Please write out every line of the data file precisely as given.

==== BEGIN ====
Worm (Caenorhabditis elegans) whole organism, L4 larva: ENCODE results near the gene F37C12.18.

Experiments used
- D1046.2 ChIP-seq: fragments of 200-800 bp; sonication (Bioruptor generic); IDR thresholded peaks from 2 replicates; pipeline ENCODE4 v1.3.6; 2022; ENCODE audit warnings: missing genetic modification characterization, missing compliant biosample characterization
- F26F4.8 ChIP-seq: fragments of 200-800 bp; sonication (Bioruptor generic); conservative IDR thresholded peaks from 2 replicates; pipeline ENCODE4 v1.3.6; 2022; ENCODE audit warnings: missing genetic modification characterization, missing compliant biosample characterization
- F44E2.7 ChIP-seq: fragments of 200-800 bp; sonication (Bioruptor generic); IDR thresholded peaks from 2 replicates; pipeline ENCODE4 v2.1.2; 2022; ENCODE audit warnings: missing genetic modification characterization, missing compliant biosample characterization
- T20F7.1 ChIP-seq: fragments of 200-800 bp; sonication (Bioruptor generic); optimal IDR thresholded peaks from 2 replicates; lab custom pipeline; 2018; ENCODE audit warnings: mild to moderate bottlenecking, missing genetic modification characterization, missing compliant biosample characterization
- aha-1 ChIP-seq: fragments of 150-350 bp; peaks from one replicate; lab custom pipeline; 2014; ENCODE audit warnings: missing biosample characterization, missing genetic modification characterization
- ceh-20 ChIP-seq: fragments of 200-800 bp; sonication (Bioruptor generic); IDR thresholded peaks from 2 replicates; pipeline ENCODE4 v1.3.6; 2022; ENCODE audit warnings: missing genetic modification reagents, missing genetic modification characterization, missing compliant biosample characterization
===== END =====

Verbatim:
Worm (Caenorhabditis elegans) whole organism, L4 larva: ENCODE results near the gene F37C12.18.

Experiments used
- D1046.2 ChIP-seq: fragments of 200-800 bp; sonication (Bioruptor generic); IDR thresholded peaks from 2 replicates; pipeline ENCODE4 v1.3.6; 2022; ENCODE audit warnings: missing genetic modification characterization, missing compliant biosample characterization
- F26F4.8 ChIP-seq: fragments of 200-800 bp; sonication (Bioruptor generic); conservative IDR thresholded peaks from 2 replicates; pipeline ENCODE4 v1.3.6; 2022; ENCODE audit warnings: missing genetic modification characterization, missing compliant biosample characterization
- F44E2.7 ChIP-seq: fragments of 200-800 bp; sonication (Bioruptor generic); IDR thresholded peaks from 2 replicates; pipeline ENCODE4 v2.1.2; 2022; ENCODE audit warnings: missing genetic modification characterization, missing compliant biosample characterization
- T20F7.1 ChIP-seq: fragments of 200-800 bp; sonication (Bioruptor generic); optimal IDR thresholded peaks from 2 replicates; lab custom pipeline; 2018; ENCODE audit warnings: mild to moderate bottlenecking, missing genetic modification characterization, missing compliant biosample characterization
- aha-1 ChIP-seq: fragments of 150-350 bp; peaks from one replicate; lab custom pipeline; 2014; ENCODE audit warnings: missing biosample characterization, missing genetic modification characterization
- ceh-20 ChIP-seq: fragments of 200-800 bp; sonication (Bioruptor generic); IDR thresholded peaks from 2 replicates; pipeline ENCODE4 v1.3.6; 2022; ENCODE audit warnings: missing genetic modification reagents, missing genetic modification characterization, missing compliant biosample characterization